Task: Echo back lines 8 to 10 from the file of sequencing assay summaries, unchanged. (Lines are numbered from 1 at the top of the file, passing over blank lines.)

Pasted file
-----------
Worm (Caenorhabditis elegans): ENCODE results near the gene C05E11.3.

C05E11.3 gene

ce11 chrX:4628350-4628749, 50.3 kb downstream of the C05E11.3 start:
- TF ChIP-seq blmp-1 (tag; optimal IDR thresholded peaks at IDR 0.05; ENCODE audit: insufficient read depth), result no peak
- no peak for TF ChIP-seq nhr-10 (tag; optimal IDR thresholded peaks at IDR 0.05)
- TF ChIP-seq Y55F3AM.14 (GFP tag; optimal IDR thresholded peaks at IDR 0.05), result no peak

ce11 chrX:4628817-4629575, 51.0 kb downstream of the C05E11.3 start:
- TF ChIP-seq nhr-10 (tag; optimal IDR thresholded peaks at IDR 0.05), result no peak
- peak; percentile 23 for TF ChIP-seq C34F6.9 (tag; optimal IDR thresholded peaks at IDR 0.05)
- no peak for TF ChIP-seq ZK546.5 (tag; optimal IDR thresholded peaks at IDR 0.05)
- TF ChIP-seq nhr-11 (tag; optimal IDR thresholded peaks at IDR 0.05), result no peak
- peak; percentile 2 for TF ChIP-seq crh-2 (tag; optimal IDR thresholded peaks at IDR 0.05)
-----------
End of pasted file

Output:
- TF ChIP-seq nhr-10 (tag; optimal IDR thresholded peaks at IDR 0.05), result no peak
- peak; percentile 23 for TF ChIP-seq C34F6.9 (tag; optimal IDR thresholded peaks at IDR 0.05)
- no peak for TF ChIP-seq ZK546.5 (tag; optimal IDR thresholded peaks at IDR 0.05)